CVIndependent

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Know Your Neighbors

24 Aug 2016
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Some columns are more difficult to write than others. This one will attempt to transcend partisan politics while I examine my unexpectedly overwhelming emotional reaction to the nomination of Hillary Clinton for president. In June, I wrote about the reactions many local women had as they voted for a woman for president in the California primary. However, voting in a primary is not the same as actually watching a major party select a woman to be its candidate. That was history being made in real time, and many women I know—as well as some men, and many of my Republican friends—were similarly astonished at the intensity of their emotions while watching the Democratic Party officially nominate Hillary Clinton. The gains achieved by the suffrage movement have always been incremental—countries where women were allowed to vote locally but not nationally; situations in which women could vote but not run for office;…
10 Aug 2016
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Rancho Mirage resident Bill Marx is known both for being the eldest son of Harpo Marx (the mute, harp-playing Marx Brothers star) and for his own talent as a composer and performer. He and his wife, Barbara, are among those named in bold print as attendees at many local charity functions, and Bill is often a featured performer, combining his piano-playing talent with comedic stories about growing up Marx. Raised in Beverly Hills, Bill became his father’s prop man at age 12 and his arranger/conductor by the time Bill was 16. “Dad couldn’t read a note of music,” he says. “I’d write the notes in letters, and he could feel the rhythm and harmony.” Bill’s dad decided that Beverly Hills was “too pretentious” and moved the family to the desert. Bill went on to study at the Juilliard School in New York and then settled in Los Angeles. While Bill’s…
27 Jul 2016
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Imagine coming to the desert to start a new small business, put down roots and make a mark—with no existing ties to the community. That is the story of Nikhil Mehta, a native of New Delhi, India, who relocated to Rancho Mirage last year to start Home Care Assistance, supplying trained caregivers who offer innovative approaches—so badly needed in this aging retirement community. Mehta, 59, came to the United States at age 24 with his wife, Kavita. They went to college together in India, and although she then came to the U.S. with her parents, she returned to India, where she and Nikhil married 35 years ago. Mehta attended the Wharton School at the University of Pennsylvania and graduated with a master’s degree in business. He and Kavita have two children: Arjun, 32, living in Los Angeles, and Jaya, 29, in residency at the Mayo Clinic in Phoenix. Mehta’s long…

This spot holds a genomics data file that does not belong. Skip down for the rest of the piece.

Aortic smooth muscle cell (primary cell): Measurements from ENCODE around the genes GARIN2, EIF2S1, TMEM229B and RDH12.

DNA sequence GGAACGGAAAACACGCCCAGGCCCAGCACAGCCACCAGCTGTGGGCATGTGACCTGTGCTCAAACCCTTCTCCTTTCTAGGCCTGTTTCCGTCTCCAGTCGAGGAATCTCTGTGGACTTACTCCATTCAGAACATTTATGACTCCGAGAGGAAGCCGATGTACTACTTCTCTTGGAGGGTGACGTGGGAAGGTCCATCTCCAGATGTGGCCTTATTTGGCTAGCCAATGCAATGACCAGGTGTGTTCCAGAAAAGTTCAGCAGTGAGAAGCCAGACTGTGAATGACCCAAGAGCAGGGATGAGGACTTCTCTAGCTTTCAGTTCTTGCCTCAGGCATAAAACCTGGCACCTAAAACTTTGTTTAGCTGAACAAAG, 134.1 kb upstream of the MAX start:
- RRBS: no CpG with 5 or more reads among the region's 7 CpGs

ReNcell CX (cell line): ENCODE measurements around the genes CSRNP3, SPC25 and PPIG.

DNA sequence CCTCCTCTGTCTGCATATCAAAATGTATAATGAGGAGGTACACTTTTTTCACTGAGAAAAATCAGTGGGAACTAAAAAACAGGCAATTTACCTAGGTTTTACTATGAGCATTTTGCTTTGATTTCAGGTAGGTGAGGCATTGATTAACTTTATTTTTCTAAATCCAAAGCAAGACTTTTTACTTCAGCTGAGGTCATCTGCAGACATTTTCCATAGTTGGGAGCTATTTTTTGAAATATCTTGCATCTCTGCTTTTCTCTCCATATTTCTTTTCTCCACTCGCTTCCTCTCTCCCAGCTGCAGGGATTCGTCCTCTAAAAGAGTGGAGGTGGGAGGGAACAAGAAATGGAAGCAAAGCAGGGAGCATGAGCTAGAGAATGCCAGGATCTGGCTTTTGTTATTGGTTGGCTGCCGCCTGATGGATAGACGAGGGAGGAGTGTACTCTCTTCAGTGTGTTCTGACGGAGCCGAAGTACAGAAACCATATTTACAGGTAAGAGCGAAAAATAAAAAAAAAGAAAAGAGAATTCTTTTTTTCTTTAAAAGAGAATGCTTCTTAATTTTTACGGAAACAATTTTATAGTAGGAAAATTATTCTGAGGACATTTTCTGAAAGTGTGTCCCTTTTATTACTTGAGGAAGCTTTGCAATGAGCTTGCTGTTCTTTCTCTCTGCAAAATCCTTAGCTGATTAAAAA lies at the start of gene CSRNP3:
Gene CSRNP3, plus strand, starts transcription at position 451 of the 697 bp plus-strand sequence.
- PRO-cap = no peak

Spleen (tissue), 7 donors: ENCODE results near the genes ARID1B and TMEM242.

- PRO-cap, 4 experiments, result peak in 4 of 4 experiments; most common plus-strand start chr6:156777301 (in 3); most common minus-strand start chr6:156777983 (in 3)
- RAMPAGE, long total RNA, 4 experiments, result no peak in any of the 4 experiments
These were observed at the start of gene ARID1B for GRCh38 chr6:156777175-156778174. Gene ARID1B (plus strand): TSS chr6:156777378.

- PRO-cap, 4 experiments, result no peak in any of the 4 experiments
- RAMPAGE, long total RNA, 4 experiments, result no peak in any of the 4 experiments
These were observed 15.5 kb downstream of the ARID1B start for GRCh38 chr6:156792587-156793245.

13 Jul 2016
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You feel it in your gut—that uncomfortable feeling of being stereotyped. A prejudicial belief that people with a particular characteristic—race, ethnicity, religion, national origin, etc.—are all the same means we don’t have to recognize others as individuals. It’s the ultimate guilt by association. I was about 12 when it first happened to me. I used to pick up the evening newspaper for my dad every day at the guard shack at the old MGM Studios in Culver City. The guard and I had gotten friendly and exchanged pleasantries each day. One day, when my Culver City High School was slated to play a football game that evening against our arch rivals, Beverly Hills, the guard asked me if I was going to the game. “I can’t go this time, but I hope our team wins,” I said. “Well,” he said, “one can only hope you beat the kikes.” I’m Jewish,…
29 Jun 2016
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Born in the Coachella Valley toward the end of the Generation X demographic, Tizoc DeAztlan, at 37, is the embodiment of all of the best Gen X stereotypes: individualistic, entrepreneurial, tech savvy, goal oriented—and wanting to make a difference. DeAztlan is a Coachella Valley native, born to Roberto, a lawyer, and Amalia, a social activist and feminist (and someone I’ve known for more than 25 years). He has two older sisters. “Yes,” he acknowledges, “I was the baby in the family.” DeAztlan says he was born into politics. “My mom instilled in me the need to see justice, and to not just settle for conditions in the community as they are, or for less than is fair.” A graduate of La Quinta High School in its first graduating class, DeAztlan went on to graduate from Fordham University with a degree in communication. He lives in La Quinta with his wife,…
15 Jun 2016